Ed's Brexit round-up - one of those weeks
22nd Feb 2019 / By Ed Barker
It has been one of those weeks where a lot has happened and very little has happened both at the same time.
In a week where our PM and various other Ministers have been trying to get further concessions from the EU on the backstop (they haven’t) and speaking to individual countries, we are in effect in exactly the same place we were a week ago. Only now, we are nearly less than one calendar month before the UK’s planned exit date. Unsurprisingly, the EU have not changed their position at all in the last week, and it appears as if they will continue to maintain this approach until the last minute. Whether or not they will choose to be more flexible at the 11th hour remains to be seen.
In other developments this week, you would have done well to ignore the fact that we now have a new grouping of 11 ‘independent’ MPs, formed of disaffected Labour and Conservative party MPs over their leaders’ handling of Brexit.
This does not change the status quo all that much; they were rebels regarding Brexit and were unlikely to vote with their party. It does however create a few more opposition MPs and general addition to the talking points of Westminster.
Despite their genuine intentions, history has not really looked favourably on MPs who choose to go their own way. Memories of the SDP are but one example, as are those many MPs who crossed the floor or quit their parties over key events or issues of principle. More often than not, at the next election, such acts of principle are not rewarded and they are not heard of again. That said, conventional wisdom does not always apply at the moment.
No deal tariffs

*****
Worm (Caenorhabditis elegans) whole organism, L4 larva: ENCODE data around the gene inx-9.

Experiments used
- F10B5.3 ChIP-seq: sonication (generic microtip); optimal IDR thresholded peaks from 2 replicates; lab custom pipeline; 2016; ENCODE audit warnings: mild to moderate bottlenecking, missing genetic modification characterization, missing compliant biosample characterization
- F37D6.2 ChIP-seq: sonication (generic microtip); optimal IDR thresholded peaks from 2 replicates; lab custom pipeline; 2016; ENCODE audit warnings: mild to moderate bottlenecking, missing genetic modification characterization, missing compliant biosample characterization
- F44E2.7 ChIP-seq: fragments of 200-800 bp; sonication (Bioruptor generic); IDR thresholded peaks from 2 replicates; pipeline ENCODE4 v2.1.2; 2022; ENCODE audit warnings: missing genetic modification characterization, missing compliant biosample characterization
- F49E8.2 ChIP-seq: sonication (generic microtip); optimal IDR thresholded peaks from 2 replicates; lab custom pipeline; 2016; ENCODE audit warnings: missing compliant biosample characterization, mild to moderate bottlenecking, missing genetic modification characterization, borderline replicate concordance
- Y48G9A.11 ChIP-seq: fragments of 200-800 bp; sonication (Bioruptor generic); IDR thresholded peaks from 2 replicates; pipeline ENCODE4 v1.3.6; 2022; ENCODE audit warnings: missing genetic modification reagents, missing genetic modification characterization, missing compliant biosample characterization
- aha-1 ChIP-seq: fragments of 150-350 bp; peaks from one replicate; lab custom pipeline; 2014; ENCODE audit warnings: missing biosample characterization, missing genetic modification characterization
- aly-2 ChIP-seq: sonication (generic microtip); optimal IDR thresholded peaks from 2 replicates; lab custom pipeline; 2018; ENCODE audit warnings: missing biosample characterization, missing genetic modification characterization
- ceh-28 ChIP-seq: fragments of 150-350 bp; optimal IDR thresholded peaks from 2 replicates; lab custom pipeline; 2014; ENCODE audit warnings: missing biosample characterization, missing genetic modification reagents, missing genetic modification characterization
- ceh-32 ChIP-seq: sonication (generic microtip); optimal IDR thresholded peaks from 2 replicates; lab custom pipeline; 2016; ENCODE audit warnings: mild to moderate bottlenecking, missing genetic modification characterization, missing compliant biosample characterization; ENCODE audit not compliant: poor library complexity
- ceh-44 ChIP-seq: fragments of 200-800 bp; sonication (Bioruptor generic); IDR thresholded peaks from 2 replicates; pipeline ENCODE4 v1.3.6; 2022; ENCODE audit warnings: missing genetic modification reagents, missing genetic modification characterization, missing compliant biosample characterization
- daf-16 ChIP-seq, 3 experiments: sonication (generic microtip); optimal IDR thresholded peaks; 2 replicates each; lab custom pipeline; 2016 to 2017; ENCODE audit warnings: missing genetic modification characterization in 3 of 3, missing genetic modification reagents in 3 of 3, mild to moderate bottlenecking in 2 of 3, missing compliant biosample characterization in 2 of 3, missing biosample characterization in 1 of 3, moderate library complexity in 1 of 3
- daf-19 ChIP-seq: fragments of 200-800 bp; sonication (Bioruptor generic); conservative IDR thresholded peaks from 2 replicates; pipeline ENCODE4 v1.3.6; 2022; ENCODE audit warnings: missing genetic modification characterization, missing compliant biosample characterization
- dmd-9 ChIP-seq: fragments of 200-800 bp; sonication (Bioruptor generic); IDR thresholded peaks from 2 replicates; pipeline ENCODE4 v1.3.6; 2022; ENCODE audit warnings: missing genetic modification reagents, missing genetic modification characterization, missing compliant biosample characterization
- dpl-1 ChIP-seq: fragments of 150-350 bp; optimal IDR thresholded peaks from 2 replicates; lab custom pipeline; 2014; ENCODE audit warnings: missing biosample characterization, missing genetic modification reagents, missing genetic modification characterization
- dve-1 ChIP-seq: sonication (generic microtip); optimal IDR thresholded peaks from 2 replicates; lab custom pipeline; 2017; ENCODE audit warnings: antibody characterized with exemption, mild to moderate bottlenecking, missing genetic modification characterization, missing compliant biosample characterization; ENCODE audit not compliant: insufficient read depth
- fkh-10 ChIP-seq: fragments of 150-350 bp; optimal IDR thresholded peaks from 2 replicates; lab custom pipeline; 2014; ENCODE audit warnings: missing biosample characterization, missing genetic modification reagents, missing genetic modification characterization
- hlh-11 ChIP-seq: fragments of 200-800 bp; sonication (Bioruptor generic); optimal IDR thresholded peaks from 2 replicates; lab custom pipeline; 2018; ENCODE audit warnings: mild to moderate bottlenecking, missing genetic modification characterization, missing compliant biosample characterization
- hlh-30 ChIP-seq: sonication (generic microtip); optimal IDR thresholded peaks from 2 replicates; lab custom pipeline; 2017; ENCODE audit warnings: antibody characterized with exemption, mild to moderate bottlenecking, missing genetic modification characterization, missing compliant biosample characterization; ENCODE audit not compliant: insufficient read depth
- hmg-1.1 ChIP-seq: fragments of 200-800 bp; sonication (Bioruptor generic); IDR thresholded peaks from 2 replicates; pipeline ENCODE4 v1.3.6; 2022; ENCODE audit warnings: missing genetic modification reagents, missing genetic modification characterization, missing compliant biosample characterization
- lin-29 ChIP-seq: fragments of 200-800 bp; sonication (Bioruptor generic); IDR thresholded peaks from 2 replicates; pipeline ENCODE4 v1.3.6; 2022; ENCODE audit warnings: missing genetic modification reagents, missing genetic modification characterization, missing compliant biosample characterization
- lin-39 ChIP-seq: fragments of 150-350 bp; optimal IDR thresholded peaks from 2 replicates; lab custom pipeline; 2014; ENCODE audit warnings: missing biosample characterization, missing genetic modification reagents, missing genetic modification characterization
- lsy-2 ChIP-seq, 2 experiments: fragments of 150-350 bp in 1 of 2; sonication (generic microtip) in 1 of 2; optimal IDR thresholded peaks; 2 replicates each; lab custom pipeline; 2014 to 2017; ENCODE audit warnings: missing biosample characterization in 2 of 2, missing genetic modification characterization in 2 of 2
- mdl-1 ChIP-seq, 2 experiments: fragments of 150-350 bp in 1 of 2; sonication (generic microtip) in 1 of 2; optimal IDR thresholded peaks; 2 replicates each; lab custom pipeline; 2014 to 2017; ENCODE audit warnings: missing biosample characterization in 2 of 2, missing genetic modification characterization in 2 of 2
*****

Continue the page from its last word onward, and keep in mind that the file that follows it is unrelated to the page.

There were some interesting highlights to come from Defra this week. After having met with Defra last week, we were led to believe that the Government may not in fact apply zero tariffs on all food imports under a no deal scenario.
Despite the fact we have been waiting for an announcement from the Government over the UK’s tariff approach for some time now, we understand that some level of protection will apply to British producers in the event of a no deal. Part of the reason behind a delay is that some Ministers advocate a low tariff approach to keep all consumer prices low, whilst others including Michael Gove, are advocating the need for some protections to be in place for domestic producers, given how exposed they will be in the event of a no deal as a result of reduced export access.
We are anticipating that Government will seek to implement tariffs after a fixed volume of product is imported, that reflects current levels. In other words, if anything deviates from the norm, and domestic producers are being unduly affected, then Government is more than willing to step in. It is worth remembering that the UK will have a lot of product it has to import without tariffs anyway (these are known as Tariff Rate Quotas) – but we understand that the number crunchers in Defra will look at domestic incomes and be prepared to use mechanisms as they see fit.
The aim of the game is to ensure that food continuity, prices and availability are comparable to what they are now, whilst balancing the interests of domestic producers. In any case, this represents a win for us, and is much more favourable than what we had anticipated – if it comes to pass.